Such an initiative would also allow both sides to reduce the extraordinarily high costs of nuclear force maintenance and modernization and could help induce other nuclear-armed states to exercise greater restraint.

Today, it is clear that the United States can maintain a credible deterrent at lower levels of nuclear weapons than the 1,550 deployed strategic warheads allowed by New START. There is no reasonable justification today for such high numbers.

Further reductions to the U.S. nuclear stockpile would bring a variety of benefits, including the prospect of a smaller Russia arsenal, a stronger international coalition against nuclear terrorism and proliferation, and billions of dollars that could be saved or spent on higher priority defense needs. Nuclear arsenal reductions have made sense to seven presidents over five decades. They still make sense today.

Table of Contents

Posted: December 31, 1969

Executive Summary


Table of Contents

The United States currently plans to spend at least $355 billion to maintain and rebuild its Cold War-era nuclear arsenal over the next decade, according to the nonpartisan Congressional Budget Office (CBO). Over the next 30 years, the bill could add up to $1 trillion, according to another independent estimate.

These eye-popping projections come at a time when the U.S. defense budget is declining along with the role of nuclear weapons in defense strategy.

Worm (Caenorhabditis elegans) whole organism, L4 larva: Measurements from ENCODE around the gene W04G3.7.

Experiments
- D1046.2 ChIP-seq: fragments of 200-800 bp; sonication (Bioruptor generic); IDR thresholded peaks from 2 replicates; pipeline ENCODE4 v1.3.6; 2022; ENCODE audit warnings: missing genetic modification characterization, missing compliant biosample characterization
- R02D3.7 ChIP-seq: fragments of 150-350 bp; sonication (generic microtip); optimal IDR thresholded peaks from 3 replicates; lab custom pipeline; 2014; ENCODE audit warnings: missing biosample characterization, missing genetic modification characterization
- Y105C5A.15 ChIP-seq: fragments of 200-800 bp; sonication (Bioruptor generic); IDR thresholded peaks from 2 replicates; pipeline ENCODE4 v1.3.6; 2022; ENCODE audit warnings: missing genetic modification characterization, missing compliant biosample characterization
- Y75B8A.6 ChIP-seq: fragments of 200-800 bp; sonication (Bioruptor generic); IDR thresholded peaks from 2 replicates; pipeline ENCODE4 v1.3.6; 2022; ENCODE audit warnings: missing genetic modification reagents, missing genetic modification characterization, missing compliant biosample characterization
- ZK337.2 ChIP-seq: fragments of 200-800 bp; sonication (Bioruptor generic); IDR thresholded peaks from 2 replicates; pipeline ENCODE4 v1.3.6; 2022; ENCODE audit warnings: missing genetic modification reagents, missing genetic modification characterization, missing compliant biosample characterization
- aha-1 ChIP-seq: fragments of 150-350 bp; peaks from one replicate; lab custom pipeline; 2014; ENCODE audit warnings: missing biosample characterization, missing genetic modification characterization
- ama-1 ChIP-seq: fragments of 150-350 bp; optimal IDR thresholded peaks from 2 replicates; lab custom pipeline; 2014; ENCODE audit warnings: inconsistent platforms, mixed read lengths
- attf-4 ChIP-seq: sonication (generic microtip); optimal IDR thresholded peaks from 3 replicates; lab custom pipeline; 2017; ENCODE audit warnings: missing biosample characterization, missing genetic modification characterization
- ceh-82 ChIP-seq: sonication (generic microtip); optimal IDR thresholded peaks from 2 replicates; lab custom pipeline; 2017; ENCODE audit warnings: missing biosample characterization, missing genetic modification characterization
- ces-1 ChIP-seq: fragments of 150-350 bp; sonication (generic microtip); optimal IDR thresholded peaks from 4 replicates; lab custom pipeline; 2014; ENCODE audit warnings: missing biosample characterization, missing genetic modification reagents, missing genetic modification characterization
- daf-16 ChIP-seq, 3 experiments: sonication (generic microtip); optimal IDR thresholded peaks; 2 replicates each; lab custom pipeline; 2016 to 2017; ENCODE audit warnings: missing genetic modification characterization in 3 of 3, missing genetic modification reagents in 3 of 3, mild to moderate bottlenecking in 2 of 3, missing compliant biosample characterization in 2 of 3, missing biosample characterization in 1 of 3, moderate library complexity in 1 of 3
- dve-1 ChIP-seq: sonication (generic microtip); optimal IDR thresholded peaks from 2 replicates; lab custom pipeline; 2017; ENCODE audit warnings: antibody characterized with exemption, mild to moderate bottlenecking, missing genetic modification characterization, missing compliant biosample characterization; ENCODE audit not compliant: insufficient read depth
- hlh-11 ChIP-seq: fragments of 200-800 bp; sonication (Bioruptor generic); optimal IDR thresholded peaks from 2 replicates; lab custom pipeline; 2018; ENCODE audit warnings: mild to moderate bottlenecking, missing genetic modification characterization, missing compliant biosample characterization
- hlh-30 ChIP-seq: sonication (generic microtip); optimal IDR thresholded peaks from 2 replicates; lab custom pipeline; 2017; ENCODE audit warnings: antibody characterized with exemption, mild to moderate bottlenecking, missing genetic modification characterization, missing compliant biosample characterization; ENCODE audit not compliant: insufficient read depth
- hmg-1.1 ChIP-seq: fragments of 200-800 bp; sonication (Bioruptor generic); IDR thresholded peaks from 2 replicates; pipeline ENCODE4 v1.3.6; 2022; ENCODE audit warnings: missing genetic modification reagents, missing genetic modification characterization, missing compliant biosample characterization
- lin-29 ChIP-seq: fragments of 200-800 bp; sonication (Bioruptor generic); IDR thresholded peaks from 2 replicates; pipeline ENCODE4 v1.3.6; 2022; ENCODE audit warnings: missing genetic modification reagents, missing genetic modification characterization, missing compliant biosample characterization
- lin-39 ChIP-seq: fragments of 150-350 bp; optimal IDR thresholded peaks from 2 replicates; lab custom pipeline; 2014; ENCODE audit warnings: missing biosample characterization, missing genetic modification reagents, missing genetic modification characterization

In 2011, Congress approved the Budget Control Act, which requires significant reductions in Defense Department spending from current projections over the next decade.

With this in mind, an independent Federal commission recently called the plans for modernizing the U.S. nuclear arsenal “unaffordable” and a threat to “needed improvements in conventional forces.”

New international security challenges are demanding U.S. military and diplomatic attention around the globe—from Russia’s interference in Ukraine, the growing threat of extreme terrorism in Iraq and Syria, and the Ebola virus in Africa.

In response, some are calling to bust the budget caps and increase defense spending. But given that Congress would need to agree to such a major change—an unlikely prospect—it would be wise to plan for fewer defense dollars over the next ten years at least.

Fortunately, there is a sizable chunk of the Pentagon budget that can be safely cut back: the U.S. nuclear arsenal.
None of the highest priority threats facing the United States can be effectively resolved with nuclear weapons or the buildup of nuclear capabilities. And the U.S. nuclear force remains far larger than is necessary to deter nuclear attack against the United States or its allies.

The Pentagon announced in 2013 that it could reduce strategic nuclear forces by one-third below levels set by the 2010 New START Treaty, continuing a historical trend. The U.S. nuclear stockpile has dropped by 80 percent since its peak in 1967, but is still a formidable force of about 4,800 warheads.

The increasingly high cost of nuclear weapons, combined with shrinking budgets and stockpiles, should compel the executive branch, Congress, and the American public to rethink current plans to rebuild U.S. nuclear forces in the years ahead. 

Now is the time to reevaluate these plans before major budget decisions are locked-in. Acquisition programs are just getting off the ground and can be scaled back. The Obama administration is conducting an interagency review of long-term nuclear weapons modernization plans with a view toward finding needed savings.

A mock-up of a B61-12 gravity bomb awaits testing by engineers from Sandia National Laboratories in a wind tunnel at the Arnold Engineering Development Center in Tennessee on February 20. (NNSA)